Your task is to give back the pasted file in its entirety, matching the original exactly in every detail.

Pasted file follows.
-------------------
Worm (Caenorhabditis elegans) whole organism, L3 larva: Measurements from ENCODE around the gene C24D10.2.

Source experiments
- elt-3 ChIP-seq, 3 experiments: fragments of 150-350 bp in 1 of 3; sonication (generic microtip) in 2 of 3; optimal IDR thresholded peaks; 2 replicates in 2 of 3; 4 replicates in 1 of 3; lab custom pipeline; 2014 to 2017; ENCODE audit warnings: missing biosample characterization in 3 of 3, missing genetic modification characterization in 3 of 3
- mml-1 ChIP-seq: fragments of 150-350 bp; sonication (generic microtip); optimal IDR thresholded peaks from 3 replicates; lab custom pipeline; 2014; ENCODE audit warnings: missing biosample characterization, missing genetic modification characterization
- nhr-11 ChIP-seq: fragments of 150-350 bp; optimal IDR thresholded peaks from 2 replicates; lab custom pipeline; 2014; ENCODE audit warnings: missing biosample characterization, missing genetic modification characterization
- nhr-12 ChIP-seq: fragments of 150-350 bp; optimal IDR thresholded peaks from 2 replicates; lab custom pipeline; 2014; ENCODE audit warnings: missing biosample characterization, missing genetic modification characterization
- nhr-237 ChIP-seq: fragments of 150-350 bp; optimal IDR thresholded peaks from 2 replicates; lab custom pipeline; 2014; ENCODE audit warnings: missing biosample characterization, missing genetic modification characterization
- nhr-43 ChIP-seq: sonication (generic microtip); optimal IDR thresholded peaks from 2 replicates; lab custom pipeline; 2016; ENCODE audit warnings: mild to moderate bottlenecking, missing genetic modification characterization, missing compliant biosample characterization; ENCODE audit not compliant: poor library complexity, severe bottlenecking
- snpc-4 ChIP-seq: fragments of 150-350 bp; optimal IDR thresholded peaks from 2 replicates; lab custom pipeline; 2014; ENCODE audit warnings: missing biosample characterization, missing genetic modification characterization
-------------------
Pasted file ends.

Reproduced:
Worm (Caenorhabditis elegans) whole organism, L3 larva: Measurements from ENCODE around the gene C24D10.2.

Source experiments
- elt-3 ChIP-seq, 3 experiments: fragments of 150-350 bp in 1 of 3; sonication (generic microtip) in 2 of 3; optimal IDR thresholded peaks; 2 replicates in 2 of 3; 4 replicates in 1 of 3; lab custom pipeline; 2014 to 2017; ENCODE audit warnings: missing biosample characterization in 3 of 3, missing genetic modification characterization in 3 of 3
- mml-1 ChIP-seq: fragments of 150-350 bp; sonication (generic microtip); optimal IDR thresholded peaks from 3 replicates; lab custom pipeline; 2014; ENCODE audit warnings: missing biosample characterization, missing genetic modification characterization
- nhr-11 ChIP-seq: fragments of 150-350 bp; optimal IDR thresholded peaks from 2 replicates; lab custom pipeline; 2014; ENCODE audit warnings: missing biosample characterization, missing genetic modification characterization
- nhr-12 ChIP-seq: fragments of 150-350 bp; optimal IDR thresholded peaks from 2 replicates; lab custom pipeline; 2014; ENCODE audit warnings: missing biosample characterization, missing genetic modification characterization
- nhr-237 ChIP-seq: fragments of 150-350 bp; optimal IDR thresholded peaks from 2 replicates; lab custom pipeline; 2014; ENCODE audit warnings: missing biosample characterization, missing genetic modification characterization
- nhr-43 ChIP-seq: sonication (generic microtip); optimal IDR thresholded peaks from 2 replicates; lab custom pipeline; 2016; ENCODE audit warnings: mild to moderate bottlenecking, missing genetic modification characterization, missing compliant biosample characterization; ENCODE audit not compliant: poor library complexity, severe bottlenecking
- snpc-4 ChIP-seq: fragments of 150-350 bp; optimal IDR thresholded peaks from 2 replicates; lab custom pipeline; 2014; ENCODE audit warnings: missing biosample characterization, missing genetic modification characterization